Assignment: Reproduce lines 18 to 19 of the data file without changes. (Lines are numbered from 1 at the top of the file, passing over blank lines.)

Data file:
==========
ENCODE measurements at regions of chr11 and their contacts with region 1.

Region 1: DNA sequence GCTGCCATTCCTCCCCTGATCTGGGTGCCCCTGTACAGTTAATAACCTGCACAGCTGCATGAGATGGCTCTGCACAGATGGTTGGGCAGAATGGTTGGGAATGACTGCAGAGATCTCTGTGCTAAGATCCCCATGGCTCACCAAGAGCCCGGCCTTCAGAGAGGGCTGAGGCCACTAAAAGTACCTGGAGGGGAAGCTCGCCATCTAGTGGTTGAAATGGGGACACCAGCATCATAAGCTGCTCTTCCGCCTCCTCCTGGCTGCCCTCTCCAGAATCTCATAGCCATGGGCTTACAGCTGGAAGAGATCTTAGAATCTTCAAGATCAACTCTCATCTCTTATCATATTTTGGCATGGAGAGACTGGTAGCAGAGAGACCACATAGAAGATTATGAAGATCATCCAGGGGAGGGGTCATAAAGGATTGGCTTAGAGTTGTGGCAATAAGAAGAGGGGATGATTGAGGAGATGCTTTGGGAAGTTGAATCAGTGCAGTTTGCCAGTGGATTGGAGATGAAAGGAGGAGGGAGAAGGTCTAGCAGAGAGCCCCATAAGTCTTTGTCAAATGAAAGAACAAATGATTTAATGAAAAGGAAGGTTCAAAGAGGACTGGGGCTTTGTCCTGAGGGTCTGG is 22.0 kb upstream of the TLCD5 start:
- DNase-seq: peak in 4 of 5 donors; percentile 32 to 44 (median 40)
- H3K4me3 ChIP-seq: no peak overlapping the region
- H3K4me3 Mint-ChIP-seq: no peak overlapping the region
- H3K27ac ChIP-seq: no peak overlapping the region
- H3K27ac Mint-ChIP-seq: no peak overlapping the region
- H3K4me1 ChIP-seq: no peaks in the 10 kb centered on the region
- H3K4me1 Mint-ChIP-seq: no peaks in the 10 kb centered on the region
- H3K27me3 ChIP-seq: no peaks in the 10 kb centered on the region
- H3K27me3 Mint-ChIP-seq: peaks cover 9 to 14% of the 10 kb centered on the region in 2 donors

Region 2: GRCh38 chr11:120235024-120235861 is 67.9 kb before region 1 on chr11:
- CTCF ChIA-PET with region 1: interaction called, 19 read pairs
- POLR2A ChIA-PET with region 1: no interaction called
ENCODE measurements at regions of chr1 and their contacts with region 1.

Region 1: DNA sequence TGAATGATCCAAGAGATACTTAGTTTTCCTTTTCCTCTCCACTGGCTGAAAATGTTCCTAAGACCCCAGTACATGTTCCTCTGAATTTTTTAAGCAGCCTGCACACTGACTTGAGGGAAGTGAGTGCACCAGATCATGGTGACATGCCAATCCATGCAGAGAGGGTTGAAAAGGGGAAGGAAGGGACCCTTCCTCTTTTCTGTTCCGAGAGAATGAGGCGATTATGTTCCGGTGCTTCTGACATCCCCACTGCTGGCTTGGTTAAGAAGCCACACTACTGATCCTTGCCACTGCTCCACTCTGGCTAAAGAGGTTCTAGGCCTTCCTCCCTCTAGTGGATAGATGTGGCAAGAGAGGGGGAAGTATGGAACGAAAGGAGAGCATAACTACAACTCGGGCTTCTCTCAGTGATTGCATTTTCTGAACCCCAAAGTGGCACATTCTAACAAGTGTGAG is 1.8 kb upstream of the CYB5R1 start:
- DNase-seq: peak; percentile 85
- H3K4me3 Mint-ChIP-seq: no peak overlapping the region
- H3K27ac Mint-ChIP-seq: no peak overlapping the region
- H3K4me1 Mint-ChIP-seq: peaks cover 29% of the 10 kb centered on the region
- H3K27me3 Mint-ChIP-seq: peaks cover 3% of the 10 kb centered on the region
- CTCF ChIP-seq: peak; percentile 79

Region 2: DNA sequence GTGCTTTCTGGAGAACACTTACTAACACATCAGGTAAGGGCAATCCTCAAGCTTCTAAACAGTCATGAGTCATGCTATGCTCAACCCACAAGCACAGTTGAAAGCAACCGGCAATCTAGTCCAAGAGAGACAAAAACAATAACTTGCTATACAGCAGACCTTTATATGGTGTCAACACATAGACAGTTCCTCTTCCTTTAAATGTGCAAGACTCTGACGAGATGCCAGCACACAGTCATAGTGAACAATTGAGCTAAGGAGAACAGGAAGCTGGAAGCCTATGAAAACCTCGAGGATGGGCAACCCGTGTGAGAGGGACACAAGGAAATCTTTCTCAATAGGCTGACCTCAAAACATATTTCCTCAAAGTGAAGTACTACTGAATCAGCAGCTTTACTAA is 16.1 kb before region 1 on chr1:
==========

- H3K4me3 Mint-ChIP-seq: no peak overlapping the region
- H3K27ac Mint-ChIP-seq: no peak overlapping the region